Travel expenses checklist for freelance contractors

Regardless of its mode, travel is one of the most common expenses for which contractors working for themselves may claim a deduction for, writes Paul Spindler, a partner in the technology group at chartered accountancy firm Kingston Smith. Precisely what you can claim, in terms of an amount, and the record keeping requirements (that freelance/sole trader/self-employed individuals should follow where they intend to claim a deduction for an expense), are as follows:

Travel and Motoring Expenses

Travel expenses are only allowed in relation to business journeys. This does not include the cost incurred in relation to your ordinary commute from home to your ordinary workplace.

Travel expenses may be incurred in a number of forms, the most common of which are: 

Car mileage

Where you use your car for making business journeys, you can deduct the cost in relation to business purposes. There are two ways of working out how much you can deduct:

  • a fixed rate for each mile travelled on business, using the fixed mileage rates; or
  • the actual expenses, worked out using detailed records of business and private mileage to apportion your recorded expenditure

The current fixed mileage rates are 45p per mile for the first 10,000 business miles you do in your car each year, and then 25p per mile after that. This mileage includes travelling to and from temporary locations and between different sites. You will need to keep a log of your journeys.

If the mileage rate is used, you may not claim a separate deduction for costs of running and servicing the vehicle such as fuel, oil, servicing, repairs, insurance, vehicle excise duty and MOT. You would also not be permitted to claim a deduction for capital allowances.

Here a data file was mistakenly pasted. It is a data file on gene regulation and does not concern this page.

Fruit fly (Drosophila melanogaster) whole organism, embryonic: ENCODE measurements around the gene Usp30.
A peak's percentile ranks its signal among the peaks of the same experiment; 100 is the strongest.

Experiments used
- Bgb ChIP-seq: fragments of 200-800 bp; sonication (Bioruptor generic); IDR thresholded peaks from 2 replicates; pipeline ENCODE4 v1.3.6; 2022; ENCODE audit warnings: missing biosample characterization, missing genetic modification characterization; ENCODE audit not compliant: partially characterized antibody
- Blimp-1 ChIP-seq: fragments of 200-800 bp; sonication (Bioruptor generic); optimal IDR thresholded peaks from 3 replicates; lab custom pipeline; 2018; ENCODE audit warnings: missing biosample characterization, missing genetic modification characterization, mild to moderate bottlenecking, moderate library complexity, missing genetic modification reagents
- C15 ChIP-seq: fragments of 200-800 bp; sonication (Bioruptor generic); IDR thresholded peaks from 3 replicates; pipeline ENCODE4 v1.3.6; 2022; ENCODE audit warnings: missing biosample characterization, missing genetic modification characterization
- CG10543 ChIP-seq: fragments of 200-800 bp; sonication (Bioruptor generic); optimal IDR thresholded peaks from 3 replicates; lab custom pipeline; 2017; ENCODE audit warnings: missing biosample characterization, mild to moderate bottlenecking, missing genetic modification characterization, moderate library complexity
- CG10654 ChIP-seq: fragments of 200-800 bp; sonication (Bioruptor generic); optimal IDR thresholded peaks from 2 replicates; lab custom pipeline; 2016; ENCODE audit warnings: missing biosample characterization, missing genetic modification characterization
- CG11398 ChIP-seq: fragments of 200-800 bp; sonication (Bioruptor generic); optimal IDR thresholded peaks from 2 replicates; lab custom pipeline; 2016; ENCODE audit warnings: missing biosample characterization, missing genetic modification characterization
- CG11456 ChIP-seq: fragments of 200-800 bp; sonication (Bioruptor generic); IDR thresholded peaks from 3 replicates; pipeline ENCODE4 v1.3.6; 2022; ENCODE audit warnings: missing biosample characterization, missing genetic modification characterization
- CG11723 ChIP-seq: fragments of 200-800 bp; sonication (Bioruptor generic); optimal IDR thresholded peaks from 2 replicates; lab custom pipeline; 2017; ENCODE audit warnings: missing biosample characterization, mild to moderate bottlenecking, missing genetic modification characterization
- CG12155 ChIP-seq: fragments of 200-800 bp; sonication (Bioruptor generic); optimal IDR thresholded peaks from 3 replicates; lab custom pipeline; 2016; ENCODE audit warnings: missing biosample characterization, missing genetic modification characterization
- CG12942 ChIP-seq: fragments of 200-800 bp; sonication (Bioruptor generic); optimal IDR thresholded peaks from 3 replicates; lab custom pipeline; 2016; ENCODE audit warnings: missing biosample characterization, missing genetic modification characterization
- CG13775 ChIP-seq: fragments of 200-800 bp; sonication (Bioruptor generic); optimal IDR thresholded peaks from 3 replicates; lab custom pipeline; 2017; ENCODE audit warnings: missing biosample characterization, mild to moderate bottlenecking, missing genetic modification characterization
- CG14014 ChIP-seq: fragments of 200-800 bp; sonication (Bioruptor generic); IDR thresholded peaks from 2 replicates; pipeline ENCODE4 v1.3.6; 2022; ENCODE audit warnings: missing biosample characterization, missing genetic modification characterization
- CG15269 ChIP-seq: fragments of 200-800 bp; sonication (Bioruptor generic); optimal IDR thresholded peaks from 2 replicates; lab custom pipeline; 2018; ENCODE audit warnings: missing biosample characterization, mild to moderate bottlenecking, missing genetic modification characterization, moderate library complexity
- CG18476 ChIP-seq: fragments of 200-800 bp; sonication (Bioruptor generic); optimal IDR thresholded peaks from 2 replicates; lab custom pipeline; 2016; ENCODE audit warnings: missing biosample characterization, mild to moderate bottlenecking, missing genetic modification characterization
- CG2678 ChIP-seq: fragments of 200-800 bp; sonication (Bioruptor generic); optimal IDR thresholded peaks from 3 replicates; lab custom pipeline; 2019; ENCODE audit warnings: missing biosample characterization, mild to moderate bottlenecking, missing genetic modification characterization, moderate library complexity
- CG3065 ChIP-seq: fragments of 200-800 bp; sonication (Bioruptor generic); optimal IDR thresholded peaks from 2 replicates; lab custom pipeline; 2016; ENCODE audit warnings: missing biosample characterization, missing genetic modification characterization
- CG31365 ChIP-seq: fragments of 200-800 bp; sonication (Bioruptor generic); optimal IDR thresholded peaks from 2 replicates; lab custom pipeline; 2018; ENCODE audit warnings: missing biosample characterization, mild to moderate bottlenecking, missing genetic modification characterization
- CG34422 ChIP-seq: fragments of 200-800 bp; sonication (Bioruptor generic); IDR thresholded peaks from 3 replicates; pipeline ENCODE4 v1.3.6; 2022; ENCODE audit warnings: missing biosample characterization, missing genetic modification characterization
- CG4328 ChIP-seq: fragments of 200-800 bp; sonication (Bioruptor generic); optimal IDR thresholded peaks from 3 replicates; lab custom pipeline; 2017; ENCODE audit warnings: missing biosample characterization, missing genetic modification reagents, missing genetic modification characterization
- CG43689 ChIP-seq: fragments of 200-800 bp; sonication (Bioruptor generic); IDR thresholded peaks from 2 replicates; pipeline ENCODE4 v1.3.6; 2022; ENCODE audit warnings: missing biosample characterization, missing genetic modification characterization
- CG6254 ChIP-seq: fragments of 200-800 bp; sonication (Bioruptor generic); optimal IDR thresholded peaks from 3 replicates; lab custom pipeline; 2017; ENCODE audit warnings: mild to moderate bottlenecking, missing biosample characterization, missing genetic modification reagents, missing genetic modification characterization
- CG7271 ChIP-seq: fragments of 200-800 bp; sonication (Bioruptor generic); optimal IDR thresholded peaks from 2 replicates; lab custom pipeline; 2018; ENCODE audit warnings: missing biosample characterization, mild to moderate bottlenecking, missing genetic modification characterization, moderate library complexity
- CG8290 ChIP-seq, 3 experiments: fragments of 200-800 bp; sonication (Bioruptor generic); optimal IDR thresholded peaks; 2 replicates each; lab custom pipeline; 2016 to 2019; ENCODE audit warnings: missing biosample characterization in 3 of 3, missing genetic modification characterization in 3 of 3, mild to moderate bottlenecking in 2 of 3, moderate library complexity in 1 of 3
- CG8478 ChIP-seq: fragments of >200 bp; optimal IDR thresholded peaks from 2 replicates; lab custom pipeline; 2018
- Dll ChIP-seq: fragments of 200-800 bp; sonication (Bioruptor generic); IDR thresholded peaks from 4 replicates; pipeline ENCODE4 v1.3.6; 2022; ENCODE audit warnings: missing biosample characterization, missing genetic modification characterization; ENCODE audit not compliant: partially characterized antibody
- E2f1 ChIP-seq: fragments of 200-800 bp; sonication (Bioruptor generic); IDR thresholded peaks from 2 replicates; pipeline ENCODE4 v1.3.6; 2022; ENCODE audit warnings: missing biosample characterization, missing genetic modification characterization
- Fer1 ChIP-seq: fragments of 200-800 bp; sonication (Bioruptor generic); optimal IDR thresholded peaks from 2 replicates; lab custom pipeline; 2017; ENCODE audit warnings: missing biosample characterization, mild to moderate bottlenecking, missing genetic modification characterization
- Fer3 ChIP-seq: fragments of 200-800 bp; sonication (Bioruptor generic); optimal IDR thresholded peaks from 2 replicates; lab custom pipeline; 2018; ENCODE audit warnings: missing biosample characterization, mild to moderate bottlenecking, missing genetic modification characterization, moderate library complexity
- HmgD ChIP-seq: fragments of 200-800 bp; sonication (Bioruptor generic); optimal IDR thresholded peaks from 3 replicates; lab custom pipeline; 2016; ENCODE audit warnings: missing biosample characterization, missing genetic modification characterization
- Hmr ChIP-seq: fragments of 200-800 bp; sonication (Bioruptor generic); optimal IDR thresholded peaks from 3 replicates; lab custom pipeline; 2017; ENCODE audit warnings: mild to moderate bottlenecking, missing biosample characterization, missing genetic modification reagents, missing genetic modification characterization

Example:

If you incurred £100 expenditure on petrol which was used to travel 800 miles in total, of which 500 were business miles, you could claim using the fixed mileage rates £225 (45p x 500 miles), OR alternatively claim the business proportion of the actual expenditure being £62.50 (£100 x 500miles/800miles).

Car hire

Where you use a hire car for business travel the costs allowed in relation to car hire will depend on a number of factors including:

  • Whether the car is on a short term hire (<45 consecutive days);
  • Date hire contract entered into for long term contracts;
  • CO2 emission of the car.

For short term car hire i.e. cars hired for less than 45 days consecutively, the full cost is deductible.

For long term car hire for contracts entered into after 1 March 2009 where the CO2 emission is more than 160g/km, only 85% of the hire charge cost is deductible.

Example:

If the hire costs of a long term contract for a car with CO2 of 190g/km was £5,000, you would only be eligible to deduct £4,250 (£5,000 x 85%) from your business income.

Original receipts must be provided. Speeding, parking or clamping penalties/fines cannot be claimed.

The maximum car hire period allowed is 6 months and this must be covered by your contract.

Car parking charges

Parking can be claimed as long as an original receipt detailing date and cost is available for each date claimed.

Rail, bus, taxi and air travel

Fare costs to and from your home and temporary place of work can be claimed where receipts are provided. For low cost flights, both original tickets and online receipts are acceptable.

Associated travel costs

Road, bridge/tunnel tolls and congestion charges incurred while on business may be claimed.

However original receipts are required for all items except toll fees.

 

Further reading: Tax deductible expenses for IT contractors

Wednesday 17th August 2011